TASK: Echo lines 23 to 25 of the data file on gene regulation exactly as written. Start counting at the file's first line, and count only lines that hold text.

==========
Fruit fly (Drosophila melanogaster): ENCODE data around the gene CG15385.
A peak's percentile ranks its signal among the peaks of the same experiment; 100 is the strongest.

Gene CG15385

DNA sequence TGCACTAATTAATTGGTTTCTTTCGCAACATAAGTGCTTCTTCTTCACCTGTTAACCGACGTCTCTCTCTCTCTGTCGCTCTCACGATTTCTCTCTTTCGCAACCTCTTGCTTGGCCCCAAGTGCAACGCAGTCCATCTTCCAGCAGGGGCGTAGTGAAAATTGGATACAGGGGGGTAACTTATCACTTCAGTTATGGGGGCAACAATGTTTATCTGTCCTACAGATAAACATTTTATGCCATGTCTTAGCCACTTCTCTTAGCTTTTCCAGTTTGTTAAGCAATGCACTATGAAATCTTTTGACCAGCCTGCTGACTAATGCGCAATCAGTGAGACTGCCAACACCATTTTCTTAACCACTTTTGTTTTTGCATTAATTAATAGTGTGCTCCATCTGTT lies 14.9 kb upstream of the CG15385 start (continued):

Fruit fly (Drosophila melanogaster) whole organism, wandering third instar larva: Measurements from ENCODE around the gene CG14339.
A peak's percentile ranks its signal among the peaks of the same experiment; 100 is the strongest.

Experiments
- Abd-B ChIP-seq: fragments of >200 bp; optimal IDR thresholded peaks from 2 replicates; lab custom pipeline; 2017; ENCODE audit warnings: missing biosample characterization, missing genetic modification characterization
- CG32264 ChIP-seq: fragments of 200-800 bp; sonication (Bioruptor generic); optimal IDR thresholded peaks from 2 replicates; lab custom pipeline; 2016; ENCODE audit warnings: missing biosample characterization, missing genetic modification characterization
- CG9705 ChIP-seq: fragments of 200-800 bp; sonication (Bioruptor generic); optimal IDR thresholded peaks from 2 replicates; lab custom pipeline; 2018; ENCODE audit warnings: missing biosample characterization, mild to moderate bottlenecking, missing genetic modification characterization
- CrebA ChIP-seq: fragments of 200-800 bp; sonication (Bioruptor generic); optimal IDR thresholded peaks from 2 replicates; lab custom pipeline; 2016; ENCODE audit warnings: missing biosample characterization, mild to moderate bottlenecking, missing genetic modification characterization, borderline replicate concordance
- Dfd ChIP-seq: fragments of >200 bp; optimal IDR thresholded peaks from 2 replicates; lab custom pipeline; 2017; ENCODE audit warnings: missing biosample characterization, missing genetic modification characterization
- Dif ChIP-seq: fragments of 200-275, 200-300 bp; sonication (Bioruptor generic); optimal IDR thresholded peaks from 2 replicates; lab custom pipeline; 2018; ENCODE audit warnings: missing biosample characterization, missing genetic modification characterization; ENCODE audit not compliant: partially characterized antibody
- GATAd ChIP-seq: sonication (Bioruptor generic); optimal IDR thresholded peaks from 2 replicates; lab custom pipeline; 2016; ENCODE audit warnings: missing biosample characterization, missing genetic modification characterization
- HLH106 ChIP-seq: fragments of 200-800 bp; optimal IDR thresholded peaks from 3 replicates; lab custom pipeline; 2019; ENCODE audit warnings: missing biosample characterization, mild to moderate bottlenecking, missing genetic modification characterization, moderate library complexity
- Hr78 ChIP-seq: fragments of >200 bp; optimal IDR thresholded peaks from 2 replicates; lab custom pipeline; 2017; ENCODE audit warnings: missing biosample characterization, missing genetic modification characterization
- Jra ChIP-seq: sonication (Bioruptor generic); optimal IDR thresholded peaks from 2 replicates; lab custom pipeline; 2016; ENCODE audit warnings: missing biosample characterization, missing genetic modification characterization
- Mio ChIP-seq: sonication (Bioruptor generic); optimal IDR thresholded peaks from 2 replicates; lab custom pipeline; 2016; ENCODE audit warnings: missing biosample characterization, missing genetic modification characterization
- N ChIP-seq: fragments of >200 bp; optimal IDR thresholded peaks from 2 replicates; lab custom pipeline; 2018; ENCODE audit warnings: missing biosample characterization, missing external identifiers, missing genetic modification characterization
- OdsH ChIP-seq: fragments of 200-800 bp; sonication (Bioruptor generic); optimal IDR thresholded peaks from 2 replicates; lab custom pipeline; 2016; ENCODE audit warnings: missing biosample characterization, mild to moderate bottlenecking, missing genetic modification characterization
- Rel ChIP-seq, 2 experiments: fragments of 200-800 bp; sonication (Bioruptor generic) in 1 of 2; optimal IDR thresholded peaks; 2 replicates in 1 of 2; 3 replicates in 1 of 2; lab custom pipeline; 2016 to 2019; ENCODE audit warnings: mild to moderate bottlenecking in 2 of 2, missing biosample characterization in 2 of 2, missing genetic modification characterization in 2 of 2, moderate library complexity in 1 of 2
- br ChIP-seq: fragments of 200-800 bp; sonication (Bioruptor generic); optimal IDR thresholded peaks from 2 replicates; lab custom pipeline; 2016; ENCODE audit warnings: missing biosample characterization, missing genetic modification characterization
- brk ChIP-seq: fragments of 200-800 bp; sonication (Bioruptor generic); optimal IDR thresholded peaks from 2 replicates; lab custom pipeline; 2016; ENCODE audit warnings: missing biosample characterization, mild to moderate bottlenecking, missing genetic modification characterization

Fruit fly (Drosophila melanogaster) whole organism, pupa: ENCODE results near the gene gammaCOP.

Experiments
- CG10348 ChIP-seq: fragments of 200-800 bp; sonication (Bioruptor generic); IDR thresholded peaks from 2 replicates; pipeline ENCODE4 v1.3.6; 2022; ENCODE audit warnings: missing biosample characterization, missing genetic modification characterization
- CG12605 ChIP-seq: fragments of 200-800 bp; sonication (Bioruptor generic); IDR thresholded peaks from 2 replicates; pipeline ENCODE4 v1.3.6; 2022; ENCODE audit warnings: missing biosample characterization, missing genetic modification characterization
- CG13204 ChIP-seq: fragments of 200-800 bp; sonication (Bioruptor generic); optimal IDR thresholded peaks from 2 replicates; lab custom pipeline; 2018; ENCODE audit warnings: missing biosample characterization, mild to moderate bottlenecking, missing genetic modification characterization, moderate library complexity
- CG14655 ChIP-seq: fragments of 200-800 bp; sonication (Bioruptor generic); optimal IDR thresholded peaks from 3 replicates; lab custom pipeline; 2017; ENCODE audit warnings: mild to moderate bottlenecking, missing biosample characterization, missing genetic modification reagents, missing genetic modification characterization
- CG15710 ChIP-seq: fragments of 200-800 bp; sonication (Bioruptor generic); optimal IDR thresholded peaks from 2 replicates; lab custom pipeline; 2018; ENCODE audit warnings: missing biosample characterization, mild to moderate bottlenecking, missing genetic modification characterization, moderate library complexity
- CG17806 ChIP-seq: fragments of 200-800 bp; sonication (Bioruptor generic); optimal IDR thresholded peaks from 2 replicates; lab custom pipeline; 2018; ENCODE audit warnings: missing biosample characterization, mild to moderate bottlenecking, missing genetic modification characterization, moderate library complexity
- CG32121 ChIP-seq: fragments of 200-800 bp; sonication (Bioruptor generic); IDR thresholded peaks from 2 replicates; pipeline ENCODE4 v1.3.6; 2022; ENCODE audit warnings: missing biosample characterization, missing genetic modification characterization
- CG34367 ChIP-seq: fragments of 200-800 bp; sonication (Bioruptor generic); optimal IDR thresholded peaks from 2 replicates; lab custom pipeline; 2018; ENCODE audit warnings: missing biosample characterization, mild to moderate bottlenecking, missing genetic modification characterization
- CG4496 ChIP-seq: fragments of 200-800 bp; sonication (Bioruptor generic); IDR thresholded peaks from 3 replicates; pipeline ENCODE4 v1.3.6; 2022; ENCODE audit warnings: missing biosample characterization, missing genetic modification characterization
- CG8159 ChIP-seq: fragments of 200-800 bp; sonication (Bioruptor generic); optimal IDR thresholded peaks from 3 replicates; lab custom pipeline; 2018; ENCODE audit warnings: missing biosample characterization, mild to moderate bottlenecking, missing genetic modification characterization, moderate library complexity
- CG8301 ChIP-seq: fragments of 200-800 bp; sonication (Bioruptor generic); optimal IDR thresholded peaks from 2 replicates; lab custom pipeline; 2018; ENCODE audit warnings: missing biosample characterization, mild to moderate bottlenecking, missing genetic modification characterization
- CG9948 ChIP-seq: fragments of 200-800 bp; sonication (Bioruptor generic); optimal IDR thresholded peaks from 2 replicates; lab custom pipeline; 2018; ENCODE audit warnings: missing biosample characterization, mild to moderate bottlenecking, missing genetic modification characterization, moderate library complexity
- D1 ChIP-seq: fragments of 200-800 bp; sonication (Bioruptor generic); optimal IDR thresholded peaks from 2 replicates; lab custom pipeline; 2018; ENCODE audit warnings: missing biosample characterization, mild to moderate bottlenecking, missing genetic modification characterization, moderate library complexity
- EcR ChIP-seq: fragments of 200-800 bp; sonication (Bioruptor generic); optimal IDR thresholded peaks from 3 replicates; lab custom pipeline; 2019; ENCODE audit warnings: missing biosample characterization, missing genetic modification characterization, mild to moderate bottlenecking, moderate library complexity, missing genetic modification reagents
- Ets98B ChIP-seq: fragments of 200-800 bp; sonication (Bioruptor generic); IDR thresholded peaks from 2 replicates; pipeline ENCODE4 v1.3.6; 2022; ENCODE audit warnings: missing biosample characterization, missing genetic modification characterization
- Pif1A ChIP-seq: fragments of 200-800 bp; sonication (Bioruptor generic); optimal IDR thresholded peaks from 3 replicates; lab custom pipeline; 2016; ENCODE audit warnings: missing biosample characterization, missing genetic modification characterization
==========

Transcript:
- brk ChIP-seq: fragments of 200-800 bp; sonication (Bioruptor generic); optimal IDR thresholded peaks from 2 replicates; lab custom pipeline; 2016; ENCODE audit warnings: missing biosample characterization, mild to moderate bottlenecking, missing genetic modification characterization

Fruit fly (Drosophila melanogaster) whole organism, pupa: ENCODE results near the gene gammaCOP.

Experiments